Most people don’t realize that Israel is the size of New Jersey, has the population of Papua New Guinea and yet it gets more space in the media and at the UN, and on college campuses than China and Russia combined. So, I just want to see normalcy. Now Israel is going to have to—once there is peace and I think there will be peace—I think Israel is going to have to resolve its own problems. One of which, in my opinion is the role of religion in Israel, the power of “Charedim” (ultra-Orthodox Jews) to determine who uses the Kotel.
I think the marriage laws in Israel are a disaster. The marriage and divorce laws are both a disaster. And, I myself would like to see a termination of the Chief Rabbinate position and the rule of the rabbinate in Israel. I would like rabbis in Israel to be treated like rabbis in the United States. As private citizens who have complete freedom of speech and complete freedom of religion and can try to persuade people to do it that way, but have no power over… no compulsion over anybody. That is going to be a tall order. Ben-Gurion was a great leader, but he was not perfect. And, he made a terrible mistake by allocating the kind of power he allocated to the Chief Rabbinate.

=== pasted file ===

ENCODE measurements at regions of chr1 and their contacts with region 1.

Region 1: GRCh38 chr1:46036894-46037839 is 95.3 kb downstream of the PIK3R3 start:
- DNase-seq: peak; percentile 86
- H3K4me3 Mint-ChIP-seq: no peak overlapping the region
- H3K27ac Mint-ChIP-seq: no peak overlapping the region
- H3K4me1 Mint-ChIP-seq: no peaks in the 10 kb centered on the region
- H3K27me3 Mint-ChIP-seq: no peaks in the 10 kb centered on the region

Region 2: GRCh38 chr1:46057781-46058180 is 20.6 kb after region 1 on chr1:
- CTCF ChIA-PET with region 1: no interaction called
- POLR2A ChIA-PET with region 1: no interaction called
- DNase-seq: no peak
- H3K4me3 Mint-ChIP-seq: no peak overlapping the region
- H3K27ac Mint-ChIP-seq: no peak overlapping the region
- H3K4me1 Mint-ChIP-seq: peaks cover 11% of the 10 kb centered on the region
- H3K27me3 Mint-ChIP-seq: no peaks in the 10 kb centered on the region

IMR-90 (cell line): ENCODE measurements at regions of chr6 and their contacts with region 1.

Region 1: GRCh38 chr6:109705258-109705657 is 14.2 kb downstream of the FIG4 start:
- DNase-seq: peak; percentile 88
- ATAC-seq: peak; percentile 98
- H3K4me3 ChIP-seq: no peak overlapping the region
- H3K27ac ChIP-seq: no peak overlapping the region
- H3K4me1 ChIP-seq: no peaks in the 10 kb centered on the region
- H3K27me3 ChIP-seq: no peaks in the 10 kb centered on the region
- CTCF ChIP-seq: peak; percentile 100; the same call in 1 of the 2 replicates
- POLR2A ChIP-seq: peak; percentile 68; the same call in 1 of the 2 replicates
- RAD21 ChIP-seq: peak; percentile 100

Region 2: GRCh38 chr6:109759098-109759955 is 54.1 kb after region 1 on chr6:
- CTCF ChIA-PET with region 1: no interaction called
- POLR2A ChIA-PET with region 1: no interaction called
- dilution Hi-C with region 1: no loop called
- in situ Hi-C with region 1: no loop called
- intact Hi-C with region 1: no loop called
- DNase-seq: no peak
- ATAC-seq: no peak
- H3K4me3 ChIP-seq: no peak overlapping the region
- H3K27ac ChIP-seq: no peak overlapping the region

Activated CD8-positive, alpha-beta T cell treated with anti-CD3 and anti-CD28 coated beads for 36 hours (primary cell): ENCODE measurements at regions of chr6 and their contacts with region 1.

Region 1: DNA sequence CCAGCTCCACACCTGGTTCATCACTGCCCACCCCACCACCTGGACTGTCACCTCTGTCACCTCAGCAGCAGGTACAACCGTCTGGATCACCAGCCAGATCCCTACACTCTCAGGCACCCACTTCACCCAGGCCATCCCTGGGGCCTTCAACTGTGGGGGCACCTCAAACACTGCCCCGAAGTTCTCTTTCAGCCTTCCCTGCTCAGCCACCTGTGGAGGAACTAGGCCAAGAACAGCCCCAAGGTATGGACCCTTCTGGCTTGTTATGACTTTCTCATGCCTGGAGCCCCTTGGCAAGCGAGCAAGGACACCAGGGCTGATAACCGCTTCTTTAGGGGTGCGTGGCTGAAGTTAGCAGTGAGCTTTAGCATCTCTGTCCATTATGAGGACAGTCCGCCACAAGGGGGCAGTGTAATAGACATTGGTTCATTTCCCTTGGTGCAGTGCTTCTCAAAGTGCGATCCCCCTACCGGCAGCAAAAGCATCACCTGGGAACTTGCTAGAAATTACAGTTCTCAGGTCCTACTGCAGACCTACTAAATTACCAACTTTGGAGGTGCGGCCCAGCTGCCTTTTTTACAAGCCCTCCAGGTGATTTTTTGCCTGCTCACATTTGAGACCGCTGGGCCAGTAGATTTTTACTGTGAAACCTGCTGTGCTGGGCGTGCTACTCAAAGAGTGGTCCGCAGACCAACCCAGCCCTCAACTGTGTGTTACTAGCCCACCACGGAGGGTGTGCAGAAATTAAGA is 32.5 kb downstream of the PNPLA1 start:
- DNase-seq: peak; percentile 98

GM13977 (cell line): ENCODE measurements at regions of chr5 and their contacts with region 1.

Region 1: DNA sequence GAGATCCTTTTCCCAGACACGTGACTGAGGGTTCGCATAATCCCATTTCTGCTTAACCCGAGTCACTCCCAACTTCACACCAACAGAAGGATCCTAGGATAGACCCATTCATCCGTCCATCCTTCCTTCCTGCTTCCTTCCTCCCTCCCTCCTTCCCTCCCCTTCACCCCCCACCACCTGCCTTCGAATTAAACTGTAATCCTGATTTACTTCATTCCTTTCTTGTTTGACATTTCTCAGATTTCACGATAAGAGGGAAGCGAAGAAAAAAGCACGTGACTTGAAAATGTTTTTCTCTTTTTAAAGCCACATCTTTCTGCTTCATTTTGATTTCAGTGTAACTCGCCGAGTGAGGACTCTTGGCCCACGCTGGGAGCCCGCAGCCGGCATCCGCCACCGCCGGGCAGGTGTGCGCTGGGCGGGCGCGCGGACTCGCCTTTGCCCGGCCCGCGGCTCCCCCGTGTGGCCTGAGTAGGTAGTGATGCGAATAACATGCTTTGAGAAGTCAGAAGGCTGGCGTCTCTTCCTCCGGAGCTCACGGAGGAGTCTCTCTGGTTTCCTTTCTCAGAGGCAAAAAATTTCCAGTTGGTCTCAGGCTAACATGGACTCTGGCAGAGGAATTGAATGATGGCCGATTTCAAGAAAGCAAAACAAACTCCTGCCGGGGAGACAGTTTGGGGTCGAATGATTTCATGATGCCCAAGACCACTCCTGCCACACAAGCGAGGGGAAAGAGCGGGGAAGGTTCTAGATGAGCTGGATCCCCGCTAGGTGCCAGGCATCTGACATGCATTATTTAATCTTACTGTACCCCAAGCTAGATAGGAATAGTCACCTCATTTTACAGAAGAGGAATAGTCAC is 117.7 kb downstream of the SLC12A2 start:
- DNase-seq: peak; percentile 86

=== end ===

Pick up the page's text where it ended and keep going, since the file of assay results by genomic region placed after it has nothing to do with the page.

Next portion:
JLife: We’ve read that you have argued that addressing that issue alone would help with Israel’s relationship—especially with the Reform movement—with the diaspora more than anything else.
A.D.: Well, it’s the one issue where Israeli policy really affects us, Jewish non-citizens of Israel. When they tell me my Rabbi isn’t good enough to have his Halachic decisions accepted by Israel it affects me. When my wife and I—I was brought up Orthodox, but my wife was brought up conservative and of course I always listen to my wife; she wins every argument—we like to daven in a Conservative synagogue. I like to hold her hand and pray with her. I want to be able to do that at the Kotel. Not at the central part of the Kotel, I recognize the central part of the Kotel should always remain an Orthodox synagogue, but the Kotel is very large and there is room for Conservative, Reform and Secular prayer. I think that the Kotel is a heritage of all Jews, not just of Orthodox Jews.